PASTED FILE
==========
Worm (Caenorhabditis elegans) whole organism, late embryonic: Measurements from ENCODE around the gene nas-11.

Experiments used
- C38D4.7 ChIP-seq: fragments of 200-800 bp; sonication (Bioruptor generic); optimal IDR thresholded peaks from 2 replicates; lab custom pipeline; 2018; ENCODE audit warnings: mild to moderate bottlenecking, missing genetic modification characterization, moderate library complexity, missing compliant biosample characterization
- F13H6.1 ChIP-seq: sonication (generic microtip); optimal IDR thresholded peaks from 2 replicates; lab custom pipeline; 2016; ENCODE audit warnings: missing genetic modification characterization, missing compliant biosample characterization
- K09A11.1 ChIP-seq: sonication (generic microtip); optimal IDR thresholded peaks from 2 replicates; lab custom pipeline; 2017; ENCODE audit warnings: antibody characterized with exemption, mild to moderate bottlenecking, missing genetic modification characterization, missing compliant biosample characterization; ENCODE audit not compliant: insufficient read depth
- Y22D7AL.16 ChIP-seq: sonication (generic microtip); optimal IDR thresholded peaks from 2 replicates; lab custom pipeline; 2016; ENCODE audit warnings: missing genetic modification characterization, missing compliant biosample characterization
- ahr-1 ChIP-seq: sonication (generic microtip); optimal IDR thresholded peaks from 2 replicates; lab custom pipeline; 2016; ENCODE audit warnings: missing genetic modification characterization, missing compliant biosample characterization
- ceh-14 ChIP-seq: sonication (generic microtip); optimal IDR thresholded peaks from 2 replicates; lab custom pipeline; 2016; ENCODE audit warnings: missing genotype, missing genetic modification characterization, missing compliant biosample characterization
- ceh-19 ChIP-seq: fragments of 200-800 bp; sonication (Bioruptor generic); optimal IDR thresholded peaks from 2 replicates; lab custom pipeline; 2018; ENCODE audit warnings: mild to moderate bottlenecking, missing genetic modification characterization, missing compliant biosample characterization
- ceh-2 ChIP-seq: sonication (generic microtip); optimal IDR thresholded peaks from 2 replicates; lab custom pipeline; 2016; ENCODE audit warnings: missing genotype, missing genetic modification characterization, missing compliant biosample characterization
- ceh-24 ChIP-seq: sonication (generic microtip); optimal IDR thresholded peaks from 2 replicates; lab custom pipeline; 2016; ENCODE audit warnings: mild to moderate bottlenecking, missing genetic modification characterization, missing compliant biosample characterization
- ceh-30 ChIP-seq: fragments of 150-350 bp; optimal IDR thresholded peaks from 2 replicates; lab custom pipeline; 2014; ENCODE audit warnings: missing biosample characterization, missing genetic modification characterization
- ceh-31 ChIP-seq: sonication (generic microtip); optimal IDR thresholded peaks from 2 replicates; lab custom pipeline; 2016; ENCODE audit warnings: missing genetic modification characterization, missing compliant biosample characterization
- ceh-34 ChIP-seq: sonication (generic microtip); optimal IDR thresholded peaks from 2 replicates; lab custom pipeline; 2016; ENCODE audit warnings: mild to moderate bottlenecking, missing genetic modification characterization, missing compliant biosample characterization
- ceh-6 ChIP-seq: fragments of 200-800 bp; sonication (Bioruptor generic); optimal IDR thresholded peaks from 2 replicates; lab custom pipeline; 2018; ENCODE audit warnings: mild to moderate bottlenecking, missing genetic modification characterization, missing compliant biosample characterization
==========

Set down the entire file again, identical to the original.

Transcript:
Worm (Caenorhabditis elegans) whole organism, late embryonic: Measurements from ENCODE around the gene nas-11.

Experiments used
- C38D4.7 ChIP-seq: fragments of 200-800 bp; sonication (Bioruptor generic); optimal IDR thresholded peaks from 2 replicates; lab custom pipeline; 2018; ENCODE audit warnings: mild to moderate bottlenecking, missing genetic modification characterization, moderate library complexity, missing compliant biosample characterization
- F13H6.1 ChIP-seq: sonication (generic microtip); optimal IDR thresholded peaks from 2 replicates; lab custom pipeline; 2016; ENCODE audit warnings: missing genetic modification characterization, missing compliant biosample characterization
- K09A11.1 ChIP-seq: sonication (generic microtip); optimal IDR thresholded peaks from 2 replicates; lab custom pipeline; 2017; ENCODE audit warnings: antibody characterized with exemption, mild to moderate bottlenecking, missing genetic modification characterization, missing compliant biosample characterization; ENCODE audit not compliant: insufficient read depth
- Y22D7AL.16 ChIP-seq: sonication (generic microtip); optimal IDR thresholded peaks from 2 replicates; lab custom pipeline; 2016; ENCODE audit warnings: missing genetic modification characterization, missing compliant biosample characterization
- ahr-1 ChIP-seq: sonication (generic microtip); optimal IDR thresholded peaks from 2 replicates; lab custom pipeline; 2016; ENCODE audit warnings: missing genetic modification characterization, missing compliant biosample characterization
- ceh-14 ChIP-seq: sonication (generic microtip); optimal IDR thresholded peaks from 2 replicates; lab custom pipeline; 2016; ENCODE audit warnings: missing genotype, missing genetic modification characterization, missing compliant biosample characterization
- ceh-19 ChIP-seq: fragments of 200-800 bp; sonication (Bioruptor generic); optimal IDR thresholded peaks from 2 replicates; lab custom pipeline; 2018; ENCODE audit warnings: mild to moderate bottlenecking, missing genetic modification characterization, missing compliant biosample characterization
- ceh-2 ChIP-seq: sonication (generic microtip); optimal IDR thresholded peaks from 2 replicates; lab custom pipeline; 2016; ENCODE audit warnings: missing genotype, missing genetic modification characterization, missing compliant biosample characterization
- ceh-24 ChIP-seq: sonication (generic microtip); optimal IDR thresholded peaks from 2 replicates; lab custom pipeline; 2016; ENCODE audit warnings: mild to moderate bottlenecking, missing genetic modification characterization, missing compliant biosample characterization
- ceh-30 ChIP-seq: fragments of 150-350 bp; optimal IDR thresholded peaks from 2 replicates; lab custom pipeline; 2014; ENCODE audit warnings: missing biosample characterization, missing genetic modification characterization
- ceh-31 ChIP-seq: sonication (generic microtip); optimal IDR thresholded peaks from 2 replicates; lab custom pipeline; 2016; ENCODE audit warnings: missing genetic modification characterization, missing compliant biosample characterization
- ceh-34 ChIP-seq: sonication (generic microtip); optimal IDR thresholded peaks from 2 replicates; lab custom pipeline; 2016; ENCODE audit warnings: mild to moderate bottlenecking, missing genetic modification characterization, missing compliant biosample characterization
- ceh-6 ChIP-seq: fragments of 200-800 bp; sonication (Bioruptor generic); optimal IDR thresholded peaks from 2 replicates; lab custom pipeline; 2018; ENCODE audit warnings: mild to moderate bottlenecking, missing genetic modification characterization, missing compliant biosample characterization